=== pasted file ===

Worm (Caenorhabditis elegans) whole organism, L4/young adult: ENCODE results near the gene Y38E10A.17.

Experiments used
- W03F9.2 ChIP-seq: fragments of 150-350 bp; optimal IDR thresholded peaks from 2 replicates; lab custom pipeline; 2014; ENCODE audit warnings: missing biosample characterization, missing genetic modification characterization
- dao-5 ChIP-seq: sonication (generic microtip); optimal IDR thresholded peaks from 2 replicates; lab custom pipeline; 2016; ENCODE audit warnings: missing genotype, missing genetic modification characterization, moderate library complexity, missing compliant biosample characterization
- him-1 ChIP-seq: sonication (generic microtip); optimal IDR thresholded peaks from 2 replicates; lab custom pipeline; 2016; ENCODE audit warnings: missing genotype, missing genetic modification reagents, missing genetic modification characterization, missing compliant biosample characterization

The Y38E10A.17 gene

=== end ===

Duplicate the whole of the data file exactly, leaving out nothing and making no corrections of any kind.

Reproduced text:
Worm (Caenorhabditis elegans) whole organism, L4/young adult: ENCODE results near the gene Y38E10A.17.

Experiments used
- W03F9.2 ChIP-seq: fragments of 150-350 bp; optimal IDR thresholded peaks from 2 replicates; lab custom pipeline; 2014; ENCODE audit warnings: missing biosample characterization, missing genetic modification characterization
- dao-5 ChIP-seq: sonication (generic microtip); optimal IDR thresholded peaks from 2 replicates; lab custom pipeline; 2016; ENCODE audit warnings: missing genotype, missing genetic modification characterization, moderate library complexity, missing compliant biosample characterization
- him-1 ChIP-seq: sonication (generic microtip); optimal IDR thresholded peaks from 2 replicates; lab custom pipeline; 2016; ENCODE audit warnings: missing genotype, missing genetic modification reagents, missing genetic modification characterization, missing compliant biosample characterization

The Y38E10A.17 gene